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It was a cool autumn morning in West Berlin during the early 1980s when we lived in the center of the storm called the Cold War. Dad, then stationed at Field Station Berlin as the deputy commander, was reading through the newspaper. I was a sophomore at Berlin American High School — a great school that only exists in the memories of those who attended — and asked him a simple question, "Dad, did you ever kill anyone in Vietnam?" His short and crisp answer, "Yes."
We were studying the Vietnam conflict in history class and I had gathered the courage to ask my father — then a lieutenant colonel — who had served two tours in combat a question most American teenagers would never consider asking their parent. He was in the infamous Battle of Ia Drang as a very wet-behind-the-ears newly minted lieutenant and later on as a young captain after my older brother and I were born. So, there it was, my father had killed someone. I then queried him about the "why." "Because," he said, "Jo-Anne, it was better for some other bastard to die for his cause than for me to die for mine."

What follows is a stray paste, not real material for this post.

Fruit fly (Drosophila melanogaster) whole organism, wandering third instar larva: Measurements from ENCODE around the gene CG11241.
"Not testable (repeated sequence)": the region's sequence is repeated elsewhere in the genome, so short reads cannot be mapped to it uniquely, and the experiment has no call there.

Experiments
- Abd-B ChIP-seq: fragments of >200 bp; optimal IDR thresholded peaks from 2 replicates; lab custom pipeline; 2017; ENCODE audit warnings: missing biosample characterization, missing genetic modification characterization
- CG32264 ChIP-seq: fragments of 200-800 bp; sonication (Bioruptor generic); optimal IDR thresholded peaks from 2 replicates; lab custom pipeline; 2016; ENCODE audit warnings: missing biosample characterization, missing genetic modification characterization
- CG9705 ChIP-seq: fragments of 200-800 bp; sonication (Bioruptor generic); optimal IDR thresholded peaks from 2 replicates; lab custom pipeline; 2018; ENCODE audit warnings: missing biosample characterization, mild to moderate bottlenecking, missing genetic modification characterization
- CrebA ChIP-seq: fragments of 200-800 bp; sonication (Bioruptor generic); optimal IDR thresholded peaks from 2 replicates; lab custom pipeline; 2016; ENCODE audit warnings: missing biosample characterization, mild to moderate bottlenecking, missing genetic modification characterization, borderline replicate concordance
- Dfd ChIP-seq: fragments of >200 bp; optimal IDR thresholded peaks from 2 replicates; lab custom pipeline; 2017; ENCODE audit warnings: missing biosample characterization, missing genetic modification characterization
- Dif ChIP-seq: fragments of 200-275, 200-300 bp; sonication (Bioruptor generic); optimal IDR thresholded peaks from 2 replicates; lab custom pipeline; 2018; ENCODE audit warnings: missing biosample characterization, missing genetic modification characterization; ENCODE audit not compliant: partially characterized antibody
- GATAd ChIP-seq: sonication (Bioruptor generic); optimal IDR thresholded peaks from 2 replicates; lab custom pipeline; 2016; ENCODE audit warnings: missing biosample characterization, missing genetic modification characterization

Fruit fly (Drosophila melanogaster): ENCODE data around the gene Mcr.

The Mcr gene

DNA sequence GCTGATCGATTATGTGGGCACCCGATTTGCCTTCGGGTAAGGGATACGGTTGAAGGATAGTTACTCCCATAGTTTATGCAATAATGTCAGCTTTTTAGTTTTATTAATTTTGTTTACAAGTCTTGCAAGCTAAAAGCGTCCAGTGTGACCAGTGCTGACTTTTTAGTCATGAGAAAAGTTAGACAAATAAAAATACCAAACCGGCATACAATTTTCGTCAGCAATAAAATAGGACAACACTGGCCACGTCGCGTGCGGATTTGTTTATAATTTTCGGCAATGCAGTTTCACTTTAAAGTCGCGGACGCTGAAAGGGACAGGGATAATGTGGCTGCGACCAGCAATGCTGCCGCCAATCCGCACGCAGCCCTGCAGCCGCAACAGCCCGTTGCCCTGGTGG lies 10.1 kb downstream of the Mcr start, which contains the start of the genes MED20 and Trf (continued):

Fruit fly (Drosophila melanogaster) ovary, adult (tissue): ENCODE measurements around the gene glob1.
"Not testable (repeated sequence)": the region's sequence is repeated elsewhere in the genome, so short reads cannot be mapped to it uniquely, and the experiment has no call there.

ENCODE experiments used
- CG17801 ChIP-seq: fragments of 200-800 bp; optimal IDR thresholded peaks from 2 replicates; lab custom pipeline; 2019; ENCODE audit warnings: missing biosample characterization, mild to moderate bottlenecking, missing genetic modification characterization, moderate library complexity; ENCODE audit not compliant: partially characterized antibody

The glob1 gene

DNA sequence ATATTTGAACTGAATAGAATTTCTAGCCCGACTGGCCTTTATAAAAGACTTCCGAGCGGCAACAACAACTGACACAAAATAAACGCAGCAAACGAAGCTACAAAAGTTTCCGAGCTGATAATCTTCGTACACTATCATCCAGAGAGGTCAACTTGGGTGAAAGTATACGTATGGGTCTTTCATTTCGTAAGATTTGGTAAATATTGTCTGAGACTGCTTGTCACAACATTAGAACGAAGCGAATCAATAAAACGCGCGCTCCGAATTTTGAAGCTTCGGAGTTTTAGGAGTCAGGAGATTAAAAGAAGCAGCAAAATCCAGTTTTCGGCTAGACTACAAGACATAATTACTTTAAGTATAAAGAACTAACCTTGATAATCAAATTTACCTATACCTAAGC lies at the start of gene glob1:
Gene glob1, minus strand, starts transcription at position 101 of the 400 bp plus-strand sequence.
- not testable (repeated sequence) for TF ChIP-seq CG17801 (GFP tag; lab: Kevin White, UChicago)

His reasoning lingered in my head for years and only after the attacks on Sept. 11, 2001, did I grasp his personal commitment to our nation. On that day I was serving our nation as a member of Secretary Colin L. Powell's staff at the Department of State as a political appointee in the George W. Bush administration. Looking back on that horrendous day, I remember the heroes — our first responders, those who helped strangers escape burning from buildings and remarkable passengers who fought to the bitter end over the skies of Pennsylvania. I shouted for joy as USAF jets raced along the Potomac creating a thunderous sonic boom as they provided protection to our nation's capital. And, the words of my father lingered in my head — "It was better for some other bastard to die for his cause than for me to die for mine."
At first my father's comment for those not baptized in the hellfire of combat seems cold, stoic or even selfish. As a teenager I did not fully understand his reasoning, but as a young woman I had complete clarity on 9/11 after seeing the Pentagon burning in the distance. What my father was trying to teach me was a lesson he learned after experiencing war firsthand — you've got to fight to the bitter end to ensure our way of life survives and endures.
Several years ago, I watched as my father leafed through his Fort Benning Officers Candidate School yearbook. Over the years he has carefully recorded the passing of his fellow patriots. Scattered across the black-and-white photos of fresh-faced men are scribble marks denoting "KIA," "MIA" and other information about their passing. And in that moment my father taught me another lesson — do not forget those who sacrificed their lives so you could live yours.
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